Clays are natural, earthy, fine grained materials which exhibit colloidal properties (remain in suspension in fresh
water for a long period of time) and varying degrees of plasticity when wet (Bates, 1969). However, clay
particles flocculate (clump) and settle quickly in saline water. They are formed from the chemical weathering of
igneous and metamorphic rocks. There are three main groups of clay minerals: kaolinite, illite and smectite.
Clays majorly used in the industry include bentonite, attapulgite and organophilic clays. Bentonite is the most
commonly used clay.
According to Nelson (1990), bentonite use in the petroleum industry can be dated back to 1929. Bentonite also
known as gel, is composed primarily of smectite (API 10A, 2010). It contains not less than 85% of the clay
mineral montmorillonite. The montmorillonite content of bentonite is the controlling factor in its effectiveness as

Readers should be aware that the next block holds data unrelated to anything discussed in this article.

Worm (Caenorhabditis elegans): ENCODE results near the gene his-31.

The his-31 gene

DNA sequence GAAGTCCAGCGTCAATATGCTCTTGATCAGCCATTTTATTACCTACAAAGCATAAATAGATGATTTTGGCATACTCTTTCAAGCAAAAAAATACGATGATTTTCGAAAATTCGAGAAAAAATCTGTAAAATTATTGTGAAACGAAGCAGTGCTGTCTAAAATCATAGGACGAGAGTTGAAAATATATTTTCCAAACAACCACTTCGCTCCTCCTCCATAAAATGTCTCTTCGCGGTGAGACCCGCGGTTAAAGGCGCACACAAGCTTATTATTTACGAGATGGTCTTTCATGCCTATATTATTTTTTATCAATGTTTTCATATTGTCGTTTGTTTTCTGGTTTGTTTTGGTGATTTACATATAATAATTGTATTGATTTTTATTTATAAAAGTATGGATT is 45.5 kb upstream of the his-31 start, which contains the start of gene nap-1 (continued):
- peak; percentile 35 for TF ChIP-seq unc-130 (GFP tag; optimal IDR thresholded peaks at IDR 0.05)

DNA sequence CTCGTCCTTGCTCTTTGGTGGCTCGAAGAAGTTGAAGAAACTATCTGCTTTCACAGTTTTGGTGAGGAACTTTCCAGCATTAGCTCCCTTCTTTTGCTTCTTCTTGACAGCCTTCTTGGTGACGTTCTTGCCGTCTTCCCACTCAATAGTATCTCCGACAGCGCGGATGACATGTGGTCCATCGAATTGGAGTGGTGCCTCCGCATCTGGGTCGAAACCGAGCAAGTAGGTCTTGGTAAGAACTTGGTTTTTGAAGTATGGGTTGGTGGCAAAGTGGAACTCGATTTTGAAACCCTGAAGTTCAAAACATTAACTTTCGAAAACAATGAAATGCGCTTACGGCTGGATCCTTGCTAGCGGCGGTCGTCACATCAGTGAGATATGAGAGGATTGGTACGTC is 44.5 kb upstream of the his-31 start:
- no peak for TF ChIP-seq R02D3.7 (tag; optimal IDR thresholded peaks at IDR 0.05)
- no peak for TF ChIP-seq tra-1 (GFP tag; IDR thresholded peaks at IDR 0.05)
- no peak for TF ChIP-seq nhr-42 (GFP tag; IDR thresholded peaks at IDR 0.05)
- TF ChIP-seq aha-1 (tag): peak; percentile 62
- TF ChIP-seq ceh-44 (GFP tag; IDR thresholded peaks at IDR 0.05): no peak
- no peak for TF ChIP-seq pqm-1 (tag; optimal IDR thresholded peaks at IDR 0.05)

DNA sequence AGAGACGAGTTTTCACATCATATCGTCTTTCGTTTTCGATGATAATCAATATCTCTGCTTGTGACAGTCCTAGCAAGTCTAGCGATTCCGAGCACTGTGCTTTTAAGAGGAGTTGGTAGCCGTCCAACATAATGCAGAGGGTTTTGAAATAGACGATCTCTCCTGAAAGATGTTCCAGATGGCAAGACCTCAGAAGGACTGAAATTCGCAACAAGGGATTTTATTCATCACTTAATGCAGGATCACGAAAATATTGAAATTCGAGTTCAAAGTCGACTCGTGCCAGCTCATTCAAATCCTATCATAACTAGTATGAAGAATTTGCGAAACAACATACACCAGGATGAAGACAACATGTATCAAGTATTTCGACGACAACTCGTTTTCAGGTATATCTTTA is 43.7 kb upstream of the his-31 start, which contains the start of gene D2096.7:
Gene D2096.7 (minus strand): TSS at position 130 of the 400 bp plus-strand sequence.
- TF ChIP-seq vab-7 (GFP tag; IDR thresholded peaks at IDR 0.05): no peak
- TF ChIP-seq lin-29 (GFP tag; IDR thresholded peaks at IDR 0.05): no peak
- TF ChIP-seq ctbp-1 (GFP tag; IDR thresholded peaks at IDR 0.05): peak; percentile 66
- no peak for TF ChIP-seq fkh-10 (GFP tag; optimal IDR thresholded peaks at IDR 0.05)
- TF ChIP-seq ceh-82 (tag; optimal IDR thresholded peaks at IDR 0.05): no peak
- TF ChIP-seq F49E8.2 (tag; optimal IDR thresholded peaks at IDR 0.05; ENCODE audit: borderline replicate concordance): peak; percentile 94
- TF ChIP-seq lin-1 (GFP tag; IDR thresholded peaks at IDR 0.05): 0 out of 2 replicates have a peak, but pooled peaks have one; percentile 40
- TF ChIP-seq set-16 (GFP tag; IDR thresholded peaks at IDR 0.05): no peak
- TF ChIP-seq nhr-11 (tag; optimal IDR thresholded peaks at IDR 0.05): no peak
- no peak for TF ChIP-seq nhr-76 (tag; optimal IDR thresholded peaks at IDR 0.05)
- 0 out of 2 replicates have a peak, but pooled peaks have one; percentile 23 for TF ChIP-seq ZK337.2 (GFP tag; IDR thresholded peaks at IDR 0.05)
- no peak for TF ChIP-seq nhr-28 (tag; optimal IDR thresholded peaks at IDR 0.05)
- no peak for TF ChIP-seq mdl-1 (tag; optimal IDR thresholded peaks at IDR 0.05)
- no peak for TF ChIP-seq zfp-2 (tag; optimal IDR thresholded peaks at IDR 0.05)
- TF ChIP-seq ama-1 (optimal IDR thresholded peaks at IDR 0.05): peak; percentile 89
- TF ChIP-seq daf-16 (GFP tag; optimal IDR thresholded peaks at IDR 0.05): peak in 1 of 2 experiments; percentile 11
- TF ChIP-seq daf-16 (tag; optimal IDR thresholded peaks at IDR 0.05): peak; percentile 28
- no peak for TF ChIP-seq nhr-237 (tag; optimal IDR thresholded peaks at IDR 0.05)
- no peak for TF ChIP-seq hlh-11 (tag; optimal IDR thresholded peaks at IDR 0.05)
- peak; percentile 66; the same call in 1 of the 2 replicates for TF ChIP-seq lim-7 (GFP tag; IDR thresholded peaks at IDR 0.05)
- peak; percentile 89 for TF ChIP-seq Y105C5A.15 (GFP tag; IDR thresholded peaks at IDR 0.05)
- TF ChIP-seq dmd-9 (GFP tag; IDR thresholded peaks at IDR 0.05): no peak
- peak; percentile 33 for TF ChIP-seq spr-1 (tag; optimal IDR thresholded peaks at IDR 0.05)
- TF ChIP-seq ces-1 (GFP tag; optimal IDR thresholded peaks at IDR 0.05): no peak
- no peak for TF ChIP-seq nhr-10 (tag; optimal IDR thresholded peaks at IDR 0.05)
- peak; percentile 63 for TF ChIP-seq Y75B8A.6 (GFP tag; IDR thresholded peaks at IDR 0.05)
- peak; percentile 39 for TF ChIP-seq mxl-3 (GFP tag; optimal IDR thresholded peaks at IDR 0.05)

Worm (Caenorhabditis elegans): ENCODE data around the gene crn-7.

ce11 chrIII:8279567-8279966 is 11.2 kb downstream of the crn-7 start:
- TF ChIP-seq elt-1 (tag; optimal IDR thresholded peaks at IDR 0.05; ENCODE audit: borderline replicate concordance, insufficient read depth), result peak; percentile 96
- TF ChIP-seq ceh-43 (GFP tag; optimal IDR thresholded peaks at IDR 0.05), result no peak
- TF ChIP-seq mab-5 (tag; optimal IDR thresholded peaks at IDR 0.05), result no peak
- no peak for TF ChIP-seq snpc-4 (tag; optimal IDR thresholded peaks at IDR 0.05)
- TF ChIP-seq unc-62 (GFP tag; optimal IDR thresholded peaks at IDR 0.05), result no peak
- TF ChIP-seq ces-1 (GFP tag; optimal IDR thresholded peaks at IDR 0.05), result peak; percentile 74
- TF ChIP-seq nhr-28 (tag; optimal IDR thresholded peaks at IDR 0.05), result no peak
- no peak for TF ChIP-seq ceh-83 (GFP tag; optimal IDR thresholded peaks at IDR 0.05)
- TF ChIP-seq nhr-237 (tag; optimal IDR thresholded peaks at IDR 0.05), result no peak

an extender. Bentonite is classified as sodium bentonite or calcium bentonite, depending on the dominant
exchangeable cation. In fresh water, sodium bentonite is more reactive than calcium bentonite. In terms of
performance bentonite is classified as high yield (Sodium bentonite) or low yield (Calcium Bentonite)
(Rabia, 2001).
Bentonite works using the water extending mechanism where excess water is added to the cement. When placed
in water, it absorbs the water and expands several times its original volume fold by swelling forming a
thixotropic, gelatinous substance. This makes it very effective as a viscosifier in drilling muds and as an extender
in cement slurries. Bentonite has primary, secondary and synergistic effects on the cement slurry. It affects slurry
yield, density, rheology, thickening time, compressive strength and stability. Its synergistic effects are mostly